These right-winger leaders are people who claim they respect family values but when you dig a bit, you find their ‘family’ values are a distorted version of the Cleaver family from a previous century.   They want to deny women the right to their bodies.  They actively hate the gay, the lesbian, the trans-gendered and anyone who would deviate from their conceptions of what society should be.  They equate human genitalia not with beauty but with human excreta and label the genitalia as dirty.  Their sexual vision is male dominant and female acquiescent.  And under the cover of darkness.  All else is perversion.

Incarceration and punishment are their turn-on.  They would return capital punishment if they could.  They do not care about the circumstances of crime.  Theirs is a black and white world.  Children who commit what they consider an adult crime will be treated the same as would an adult.  They do not want to understand the circumstances.  There are no mitigating causes.

These are people who attend their church but have no cheek to turn.  They kneel in subjugation to a God of vengeance and retribution.  They sing His praises and urge on the God of Wrath.  They hear not the lessons of the Son.  They know nothing of Mohammad’s Allah or the God of Judaism.

These people gift wrap their politics.  They offer financial sureties that they really cannot control.  They blame others for their failures.  They pander to greed.  They reward the usurer, the exploiter.  They demand fealty.  They set those they reward above us.  They never last in power because their excesses turn the people against them.

They know what is right for us: far right.

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Copyright 2011 © Peter Lowry

Complaints, comments, criticisms and compliments can be sent to  peter@lowry.me

Liberalism in the 21st Century: Leadership.

Wednesday, September 21st, 2011

Evolve or die.  The choice is simple.  That is the crossroad liberalism is at in Canada after the federal Liberal Party’s crushing defeat of 2011.  The party of Wilfrid Laurier, of Mackenzie King, of Lester Pearson and of Pierre Trudeau that evolved throughout the 20th Century is not a footnote but a force to build on into the 21st Century.  Liberalism is the standard bearer for the individual in our society.  It is to assure individual freedoms that creates our options for government.  And the liberal options for our country, our Canada, are many and crucial and glorious.

But, at this time, liberalism in Canada lacks leadership.  First, liberals must choose a future and then we can choose those who will lead.  That requires leadership from within the party.  We must choose the path to the future on which people will choose to join.  We must then look for the public leader, the parliamentary leader, with whom the party and people will share the future.  It is a new type of leadership that is required.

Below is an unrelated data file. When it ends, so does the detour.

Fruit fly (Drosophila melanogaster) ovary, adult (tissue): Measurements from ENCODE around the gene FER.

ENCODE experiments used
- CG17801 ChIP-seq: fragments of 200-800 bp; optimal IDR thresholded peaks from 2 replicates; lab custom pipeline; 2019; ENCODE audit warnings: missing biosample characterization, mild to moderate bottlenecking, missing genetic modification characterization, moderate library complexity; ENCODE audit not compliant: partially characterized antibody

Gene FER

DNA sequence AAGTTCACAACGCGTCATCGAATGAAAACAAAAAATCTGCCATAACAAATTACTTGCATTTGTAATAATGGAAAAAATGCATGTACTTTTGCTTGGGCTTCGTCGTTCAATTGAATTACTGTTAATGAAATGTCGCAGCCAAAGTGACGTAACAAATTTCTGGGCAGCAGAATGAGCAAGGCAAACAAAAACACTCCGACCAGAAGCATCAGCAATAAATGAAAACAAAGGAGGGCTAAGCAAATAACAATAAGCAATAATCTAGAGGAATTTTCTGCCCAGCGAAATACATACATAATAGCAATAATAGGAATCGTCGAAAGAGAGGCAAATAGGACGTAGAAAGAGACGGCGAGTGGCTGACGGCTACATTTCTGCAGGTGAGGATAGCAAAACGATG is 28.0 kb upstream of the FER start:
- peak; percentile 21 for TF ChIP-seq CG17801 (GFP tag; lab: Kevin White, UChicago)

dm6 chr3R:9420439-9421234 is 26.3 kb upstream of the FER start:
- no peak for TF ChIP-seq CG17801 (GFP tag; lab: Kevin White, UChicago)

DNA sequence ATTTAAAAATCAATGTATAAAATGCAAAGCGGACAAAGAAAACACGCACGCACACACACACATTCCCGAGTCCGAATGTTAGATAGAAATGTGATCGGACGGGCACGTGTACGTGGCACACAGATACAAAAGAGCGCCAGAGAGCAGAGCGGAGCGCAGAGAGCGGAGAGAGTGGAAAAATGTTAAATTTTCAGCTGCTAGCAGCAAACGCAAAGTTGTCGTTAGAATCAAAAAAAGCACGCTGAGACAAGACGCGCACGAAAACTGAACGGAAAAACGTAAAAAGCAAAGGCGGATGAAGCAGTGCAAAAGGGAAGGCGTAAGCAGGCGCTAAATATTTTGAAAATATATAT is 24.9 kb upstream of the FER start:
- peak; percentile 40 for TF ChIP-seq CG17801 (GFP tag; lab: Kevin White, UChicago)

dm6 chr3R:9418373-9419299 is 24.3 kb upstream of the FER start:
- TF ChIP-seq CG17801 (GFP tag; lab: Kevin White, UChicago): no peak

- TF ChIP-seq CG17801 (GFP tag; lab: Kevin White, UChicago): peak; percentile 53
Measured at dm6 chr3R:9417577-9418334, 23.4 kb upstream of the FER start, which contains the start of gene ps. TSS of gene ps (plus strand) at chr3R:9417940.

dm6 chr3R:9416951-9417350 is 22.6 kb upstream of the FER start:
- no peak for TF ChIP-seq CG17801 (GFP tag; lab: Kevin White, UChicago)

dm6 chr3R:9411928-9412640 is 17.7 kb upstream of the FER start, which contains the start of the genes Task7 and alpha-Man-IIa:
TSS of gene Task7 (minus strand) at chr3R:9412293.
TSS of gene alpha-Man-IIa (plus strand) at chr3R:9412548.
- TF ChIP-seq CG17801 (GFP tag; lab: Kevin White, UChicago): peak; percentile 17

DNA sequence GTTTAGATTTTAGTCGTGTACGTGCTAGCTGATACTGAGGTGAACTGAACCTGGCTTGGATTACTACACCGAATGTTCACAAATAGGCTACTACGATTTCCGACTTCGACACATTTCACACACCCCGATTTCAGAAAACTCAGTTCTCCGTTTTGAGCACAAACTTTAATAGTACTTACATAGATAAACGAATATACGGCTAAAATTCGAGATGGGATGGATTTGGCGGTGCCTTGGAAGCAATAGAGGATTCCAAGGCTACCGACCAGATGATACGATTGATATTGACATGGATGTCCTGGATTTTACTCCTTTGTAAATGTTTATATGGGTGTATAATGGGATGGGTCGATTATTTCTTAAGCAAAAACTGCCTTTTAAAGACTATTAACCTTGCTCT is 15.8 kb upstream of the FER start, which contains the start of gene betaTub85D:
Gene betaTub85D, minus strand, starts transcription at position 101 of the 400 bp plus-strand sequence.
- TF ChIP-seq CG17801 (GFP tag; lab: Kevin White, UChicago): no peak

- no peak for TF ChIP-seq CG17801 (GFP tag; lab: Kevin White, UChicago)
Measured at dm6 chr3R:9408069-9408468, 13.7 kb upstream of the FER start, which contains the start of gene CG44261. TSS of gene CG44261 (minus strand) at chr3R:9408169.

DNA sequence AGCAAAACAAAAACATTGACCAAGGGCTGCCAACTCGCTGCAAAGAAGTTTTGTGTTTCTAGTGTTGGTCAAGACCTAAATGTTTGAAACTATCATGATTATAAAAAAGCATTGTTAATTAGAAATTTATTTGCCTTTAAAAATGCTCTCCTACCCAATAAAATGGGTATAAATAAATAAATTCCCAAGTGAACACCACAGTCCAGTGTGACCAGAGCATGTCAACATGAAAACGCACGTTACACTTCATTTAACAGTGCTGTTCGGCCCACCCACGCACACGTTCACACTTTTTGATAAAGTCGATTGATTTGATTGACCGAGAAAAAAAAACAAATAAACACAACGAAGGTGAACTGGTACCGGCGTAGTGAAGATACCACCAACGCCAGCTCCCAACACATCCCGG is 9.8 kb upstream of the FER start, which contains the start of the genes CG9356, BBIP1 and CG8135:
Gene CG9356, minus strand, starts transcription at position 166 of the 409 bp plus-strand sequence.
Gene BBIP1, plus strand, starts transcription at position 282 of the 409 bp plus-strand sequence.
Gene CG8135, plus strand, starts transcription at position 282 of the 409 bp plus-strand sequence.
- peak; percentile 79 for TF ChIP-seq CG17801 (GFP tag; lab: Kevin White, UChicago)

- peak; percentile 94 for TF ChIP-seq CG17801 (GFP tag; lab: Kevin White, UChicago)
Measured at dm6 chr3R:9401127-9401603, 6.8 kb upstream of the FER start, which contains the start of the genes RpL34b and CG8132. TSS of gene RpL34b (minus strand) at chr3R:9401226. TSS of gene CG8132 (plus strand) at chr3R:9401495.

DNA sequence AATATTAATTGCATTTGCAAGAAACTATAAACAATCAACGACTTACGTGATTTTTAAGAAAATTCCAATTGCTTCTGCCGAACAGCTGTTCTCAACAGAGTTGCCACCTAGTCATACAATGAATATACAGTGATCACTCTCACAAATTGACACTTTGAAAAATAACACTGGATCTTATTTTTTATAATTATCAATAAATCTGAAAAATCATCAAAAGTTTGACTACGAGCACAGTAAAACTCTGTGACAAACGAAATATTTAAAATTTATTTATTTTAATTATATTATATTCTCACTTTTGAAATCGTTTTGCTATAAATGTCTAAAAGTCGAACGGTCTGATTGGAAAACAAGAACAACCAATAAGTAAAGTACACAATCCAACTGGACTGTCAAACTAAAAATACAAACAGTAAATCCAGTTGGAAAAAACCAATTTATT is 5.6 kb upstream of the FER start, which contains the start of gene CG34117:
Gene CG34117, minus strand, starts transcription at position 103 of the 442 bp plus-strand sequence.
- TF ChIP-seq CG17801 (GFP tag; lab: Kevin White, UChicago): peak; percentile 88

It used to be called servant leadership but it is more than that.  It requires a leader with ideas, with foresight, with charisma, with humanity and charm.  The ideal leader is a person you would like to have as a friend, a sibling, a parent, a child, a person you would like to work with and share ideas and a future. It is a leadership that is shared.  No person is more than the leader and no person is less.  For the leader represents the ideals of liberalism to the public.  Of all political philosophies, liberalism offers citizens a clear future that can ignite and enthuse.  To offer this future, we need to challenge and to excite with ideas, leadership and the satisfaction of accomplishment.

At the same time, we need continued leadership within that can give the party the strength it must have to build and evolve and maintain momentum over the new century.  Leadership of the parliamentary wing of the party is not the chief executive officer of the party.  The parliamentary leader is ex officio a member of the party executive body as the member of parliament or legislature or candidate is ex officio a member of the electoral district executive—and reports to that body.

There is much to be done.  The time to the next leadership selection is short.  There is no point in choosing this leader unless we define the party that he or she will lead.  It must be written.

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Copyright 2011 © Peter Lowry

Complaints, comments, criticisms and compliments can be sent to  peter@lowry.me